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Interview with Wesley Enoch

Wesley Enoch is an award-winning playwright and critically acclaimed director. He has been Artistic Director of Kooemba Jdarra Indigenous Performing Arts, Associate Artist with the Queensland Theatre Company, Resident Director with the Sydney Theatre Company and is now Associate Artistic Director with Sydney’s Company B. The Australian production of his play The Story of the Miracles at Cookie’s Table, winner of the 2005 Patrick White Playwrights’ Award, opened at Griffin Theatre 17 August 2007.

We spoke to Wesley about what inspired him to write Cookie’s Table, why he decided not to direct the production himself and why theatre is so important.

Have you seen the rehearsals for Griffin’s production of Cookie’s Table?

I have been in the first few days of rehearsals just to hear the read and just respond to offers of changes. I decided not to hang out in rehearsals all the time so that the team had the chance to discover things without me telling them. Discovery is one of the best things about the rehearsal room. Sometimes having the writer there means that you go straight to the solution that the writer had intended. By giving space for discovery the team in the rehearsal room has the chance to find new things that the writer may not have intended. The team has been sending me suggestions of changes which has been great.

You are a critically acclaimed director – why did you choose to let someone else direct your play?

I wanted to focus on the writing….What I have done in the past is make the rehearsal process an extension of the writing process. I have usually directed all the things I have written – Seven Stages of Grieving, Sunshine Club, Black Medea etc - this way I can continue the ideas through the play with actors but I am focused on making the production work not just the words of the play. With Cookie’s Table I wanted to make the script the best it could be and not just rely on the skills of the actors to make it work…and I think this focus has created a better piece, it has taken me five years to bring it to fruition but I am happy with how it is going.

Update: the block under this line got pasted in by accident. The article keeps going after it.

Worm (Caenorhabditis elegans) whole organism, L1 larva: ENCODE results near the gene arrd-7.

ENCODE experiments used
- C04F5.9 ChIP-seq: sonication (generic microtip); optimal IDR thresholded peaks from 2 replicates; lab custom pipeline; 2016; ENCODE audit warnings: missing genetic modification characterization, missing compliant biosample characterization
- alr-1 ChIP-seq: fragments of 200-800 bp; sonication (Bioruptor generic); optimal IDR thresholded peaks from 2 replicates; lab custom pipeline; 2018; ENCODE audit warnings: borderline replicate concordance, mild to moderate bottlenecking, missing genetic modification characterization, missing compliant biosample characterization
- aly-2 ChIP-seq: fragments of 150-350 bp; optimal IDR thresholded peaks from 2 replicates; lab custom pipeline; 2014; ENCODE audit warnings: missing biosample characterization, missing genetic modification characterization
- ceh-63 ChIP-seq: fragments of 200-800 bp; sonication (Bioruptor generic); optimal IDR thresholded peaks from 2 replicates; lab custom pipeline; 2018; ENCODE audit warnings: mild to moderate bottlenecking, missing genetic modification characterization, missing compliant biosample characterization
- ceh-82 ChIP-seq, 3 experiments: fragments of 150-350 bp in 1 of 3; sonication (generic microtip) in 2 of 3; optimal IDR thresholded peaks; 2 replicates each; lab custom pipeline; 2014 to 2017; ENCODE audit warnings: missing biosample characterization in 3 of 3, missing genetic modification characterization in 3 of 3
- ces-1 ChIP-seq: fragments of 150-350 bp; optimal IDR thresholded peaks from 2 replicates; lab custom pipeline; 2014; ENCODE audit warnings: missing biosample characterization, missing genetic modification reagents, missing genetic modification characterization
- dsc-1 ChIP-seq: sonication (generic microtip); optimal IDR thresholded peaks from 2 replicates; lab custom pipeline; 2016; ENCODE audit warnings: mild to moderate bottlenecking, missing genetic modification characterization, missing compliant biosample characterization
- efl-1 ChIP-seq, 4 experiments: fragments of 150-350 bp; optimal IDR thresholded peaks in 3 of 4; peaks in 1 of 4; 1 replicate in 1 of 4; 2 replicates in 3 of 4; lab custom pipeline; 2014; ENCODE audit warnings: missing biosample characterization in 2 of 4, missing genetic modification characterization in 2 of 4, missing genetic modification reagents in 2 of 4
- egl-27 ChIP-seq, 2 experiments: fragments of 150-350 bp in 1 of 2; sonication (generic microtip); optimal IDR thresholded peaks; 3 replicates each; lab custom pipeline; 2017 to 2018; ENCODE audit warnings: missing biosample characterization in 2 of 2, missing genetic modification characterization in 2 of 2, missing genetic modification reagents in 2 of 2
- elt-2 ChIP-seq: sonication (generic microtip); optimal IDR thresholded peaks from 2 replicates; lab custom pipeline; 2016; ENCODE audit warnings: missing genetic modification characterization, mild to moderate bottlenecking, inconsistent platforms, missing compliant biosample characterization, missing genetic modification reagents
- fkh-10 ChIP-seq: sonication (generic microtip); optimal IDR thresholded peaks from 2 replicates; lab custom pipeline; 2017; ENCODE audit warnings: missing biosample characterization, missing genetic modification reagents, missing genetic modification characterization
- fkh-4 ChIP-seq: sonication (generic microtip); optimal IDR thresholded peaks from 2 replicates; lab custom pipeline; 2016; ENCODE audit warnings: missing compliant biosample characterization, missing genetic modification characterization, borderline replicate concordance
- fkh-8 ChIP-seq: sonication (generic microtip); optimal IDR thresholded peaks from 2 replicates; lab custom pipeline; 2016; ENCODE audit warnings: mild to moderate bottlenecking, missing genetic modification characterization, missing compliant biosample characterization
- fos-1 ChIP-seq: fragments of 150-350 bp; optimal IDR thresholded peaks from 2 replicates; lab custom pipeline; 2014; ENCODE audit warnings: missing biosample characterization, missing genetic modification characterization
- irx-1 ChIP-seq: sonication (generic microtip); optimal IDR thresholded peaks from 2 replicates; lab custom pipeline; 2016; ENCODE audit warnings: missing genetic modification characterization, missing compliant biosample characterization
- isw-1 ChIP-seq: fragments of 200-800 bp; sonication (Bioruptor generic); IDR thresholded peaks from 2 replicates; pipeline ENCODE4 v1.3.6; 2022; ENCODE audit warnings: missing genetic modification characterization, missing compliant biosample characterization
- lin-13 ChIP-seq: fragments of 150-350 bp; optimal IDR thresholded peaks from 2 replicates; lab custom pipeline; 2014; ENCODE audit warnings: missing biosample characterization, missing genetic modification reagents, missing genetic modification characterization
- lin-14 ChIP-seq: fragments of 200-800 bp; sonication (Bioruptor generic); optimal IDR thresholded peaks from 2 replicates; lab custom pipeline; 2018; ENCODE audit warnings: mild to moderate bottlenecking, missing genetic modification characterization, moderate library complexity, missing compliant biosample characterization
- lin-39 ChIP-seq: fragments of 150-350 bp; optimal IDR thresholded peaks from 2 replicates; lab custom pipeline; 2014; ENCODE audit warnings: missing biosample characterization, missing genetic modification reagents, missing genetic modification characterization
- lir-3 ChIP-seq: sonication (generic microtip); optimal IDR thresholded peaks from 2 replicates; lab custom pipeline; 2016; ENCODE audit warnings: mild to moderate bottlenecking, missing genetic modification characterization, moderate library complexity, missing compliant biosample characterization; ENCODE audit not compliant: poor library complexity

Is it difficult to see someone else interpreting your work?

I hope that every playwright wants their play to be more than they could do alone. The problem is writing something in isolation and having to dream everything up in your head. Sometimes you can think that what you have dreamed is the only way of seeing it but I want actors, directors, designers and audiences to be in the act of interpretation when dealing with this work. I didn’t want the play to be overtly didactic and so there are ambiguities and choices built into the script for the production to solve and find. Scripts should be blueprints for production, not fixed pieces of literature which exist with actors. I revel in the discoveries and revelations which occur in the moment on stage between actors and audience.

What inspired you to write Cookie’s Table?